A Saturday at Stanford – BloggerCon and AC2004

I spent all day yesterday at Stanford going to the Accelerating Change conference and BloggerCon. They were right next door to each other, so I was able to go back and forth quite nicely. I was a “high school scholar” at AC, so it was free, and my essay was included in the front of the conference binder. I’m not going to post my detailed notes because tons of people were live blogging both events. But there were some highlights:

  • John Smart, founder of the AC foundation, repeated a quote that I hadn’t heard before but is very relevant to a spirited debate happening at school when it comes to politics: “There’s no such thing as an unbiased education, so the next best thing is a multi-biased one.”
  • The opening keynote speaker at AC was talking about robots but there were serious issues with the projector and her PPT not working. This is always the great irony of futurist conferences: so much time is spent talking about the future, when there are real and simple problems with technology today that need to be solved.
  • After a boring keynote on robots, I decided to sneak out and walk over to the law school where Bloggercon was. I caught the last 20 minutes of Jay Rosen‘s session on “Academia.” I wish I was there for the whole thing. It was awesome. Jay was quite impressive – consistent with his top-notch blog on journalism – and didn’t fall prone to gushing about blogs. In fact, he was skeptical on some points and admitted that there were still problems to be worked out. His overarching point was an intriuging one: people who have never examined an academic’s work before are doing so. The prestige system in academia depends very heavily on not communicating to the average layperson. The blog medium is destructive to an insituation that’s all about centrallizing knowledge. Academia has never been good about distributing knowledge. Hence, blogging is an attack on the DNA of an academic institution.
  • Scott Rosenberg of Salon led the next session on journalism populated by journalists from CBS, NPR, and others. This, too, was excellent. He started off by declaring that for purposes of this session bloggers are journalists. He made it seem like the debate on that has been beaten to death and now it’s a given fact. I must have missed the debate. Rosenberg used this quote to anchor the chat: “New media don’t succeed because they’re like the old media, only better: they succeed because they’re worse than the old media at the stuff the old media is good at, and better at the stuff the old media are bad at.” Check out all his pre-session notes here.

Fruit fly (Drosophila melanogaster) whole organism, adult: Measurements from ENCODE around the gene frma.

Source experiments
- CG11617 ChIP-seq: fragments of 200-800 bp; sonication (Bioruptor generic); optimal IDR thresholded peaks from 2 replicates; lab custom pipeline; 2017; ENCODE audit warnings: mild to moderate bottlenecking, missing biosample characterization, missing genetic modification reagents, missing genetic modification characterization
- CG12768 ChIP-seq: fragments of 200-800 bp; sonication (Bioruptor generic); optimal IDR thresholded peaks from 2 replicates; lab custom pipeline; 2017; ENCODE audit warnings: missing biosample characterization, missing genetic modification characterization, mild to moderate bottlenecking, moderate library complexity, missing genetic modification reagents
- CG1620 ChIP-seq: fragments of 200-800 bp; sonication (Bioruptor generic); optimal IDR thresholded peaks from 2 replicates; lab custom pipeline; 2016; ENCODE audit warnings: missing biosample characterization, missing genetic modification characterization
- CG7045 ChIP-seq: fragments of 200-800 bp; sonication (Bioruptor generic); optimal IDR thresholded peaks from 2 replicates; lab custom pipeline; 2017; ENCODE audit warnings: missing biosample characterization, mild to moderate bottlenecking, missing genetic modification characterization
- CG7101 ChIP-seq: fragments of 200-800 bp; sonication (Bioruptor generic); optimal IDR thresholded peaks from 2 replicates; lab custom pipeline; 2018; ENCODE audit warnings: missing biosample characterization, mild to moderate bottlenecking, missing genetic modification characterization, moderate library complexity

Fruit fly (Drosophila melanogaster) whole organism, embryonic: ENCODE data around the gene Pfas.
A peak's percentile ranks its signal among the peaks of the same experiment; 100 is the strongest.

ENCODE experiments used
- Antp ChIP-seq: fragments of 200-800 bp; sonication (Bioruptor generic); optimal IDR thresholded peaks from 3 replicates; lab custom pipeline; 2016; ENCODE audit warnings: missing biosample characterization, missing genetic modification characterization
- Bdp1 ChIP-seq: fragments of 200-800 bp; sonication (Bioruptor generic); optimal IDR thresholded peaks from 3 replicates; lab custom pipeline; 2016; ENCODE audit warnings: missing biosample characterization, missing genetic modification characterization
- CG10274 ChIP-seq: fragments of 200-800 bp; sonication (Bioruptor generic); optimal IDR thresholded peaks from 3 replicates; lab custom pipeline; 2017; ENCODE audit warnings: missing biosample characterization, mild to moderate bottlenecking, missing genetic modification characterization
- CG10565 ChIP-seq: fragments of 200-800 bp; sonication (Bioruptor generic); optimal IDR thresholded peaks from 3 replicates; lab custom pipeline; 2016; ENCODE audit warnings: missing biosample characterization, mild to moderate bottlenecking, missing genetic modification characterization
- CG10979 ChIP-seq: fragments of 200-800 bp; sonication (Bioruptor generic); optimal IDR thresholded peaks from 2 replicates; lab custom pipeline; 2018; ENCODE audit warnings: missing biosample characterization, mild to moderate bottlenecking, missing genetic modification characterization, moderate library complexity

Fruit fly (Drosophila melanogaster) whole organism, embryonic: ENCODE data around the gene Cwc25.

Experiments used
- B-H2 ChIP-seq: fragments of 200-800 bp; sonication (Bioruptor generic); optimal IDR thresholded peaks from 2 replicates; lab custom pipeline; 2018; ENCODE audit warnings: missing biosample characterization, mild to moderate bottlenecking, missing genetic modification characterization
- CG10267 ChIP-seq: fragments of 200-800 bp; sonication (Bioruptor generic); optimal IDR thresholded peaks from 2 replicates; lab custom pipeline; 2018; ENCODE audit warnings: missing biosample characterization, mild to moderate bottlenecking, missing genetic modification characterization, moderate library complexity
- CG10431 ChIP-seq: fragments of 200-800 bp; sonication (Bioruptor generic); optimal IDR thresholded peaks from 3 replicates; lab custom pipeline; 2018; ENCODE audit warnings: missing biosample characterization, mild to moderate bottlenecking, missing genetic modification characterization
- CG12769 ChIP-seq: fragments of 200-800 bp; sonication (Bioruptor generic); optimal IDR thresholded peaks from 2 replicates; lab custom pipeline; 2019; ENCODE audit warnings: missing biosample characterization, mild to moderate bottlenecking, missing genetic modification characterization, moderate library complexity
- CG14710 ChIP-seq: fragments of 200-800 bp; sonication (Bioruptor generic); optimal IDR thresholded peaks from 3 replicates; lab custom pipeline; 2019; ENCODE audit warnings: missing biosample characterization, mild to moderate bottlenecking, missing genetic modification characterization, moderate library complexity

• Jay Rosen chimed in during the journalism session with this very perceptive point: the traditional healthy information diet that journalists think of is Facts > Analysis > Opinion. That is, you get the facts, you read some analysis, then you read opinion pieces and hopefully form your own independent opinion. But, this can also work in the reverse. Exactly. In an argumentative world where everyone is on one side of the fence or the other, I would bet more and more people are first reading the opinion column, then maybe some analysis, and if they really care, they’ll check out the hard news.
  • I headed back over to AC and came at the tail end of Steve Jurvetson‘s talk on how they look at innovations. DFJ will never invest if there is anonymity amongst all the partners, that means it probably isn’t new or unique enough. It also isn’t a good sign if there are already analysts covering the given segment.
  • While I was getting lunch at AC I noticed Larry Page of Google was next to me grabbing his sandwich. People were going ga-ga over him and anxously trying to hurry up and sit at his table. I could have gone over and sat with him, but I did feel sorry for him. Every day he must get bombarded with people trying to get advice, money, whatever. So intead, sick of networking, I went inside the Stanford campus and watched some of the Cal-Oregon football game.
  • I met Aaron Swartz, too, and tried to better understand his life and why he dropped out of high school to homeschool and then go to Stanford. He’s not incredibly talkable but seems like a nice guy. His physical appearance and writing certainly belies his blog posts.
  • I finally went to Dan Gillmor’s session – I will cover this in a different post.

I’ve been at Stanford a lot recently, and it’s always so beautiful. And it is always a little sad, because I know with my current academic situation schools like Stanford probably will be out of reach. It’s the consequence of my choices – I could spend four years, play the game, be unhappy and unchallenged, and then go to an elite college and do it all over again. For better or worse, I’m doing it a little differently. 🙂

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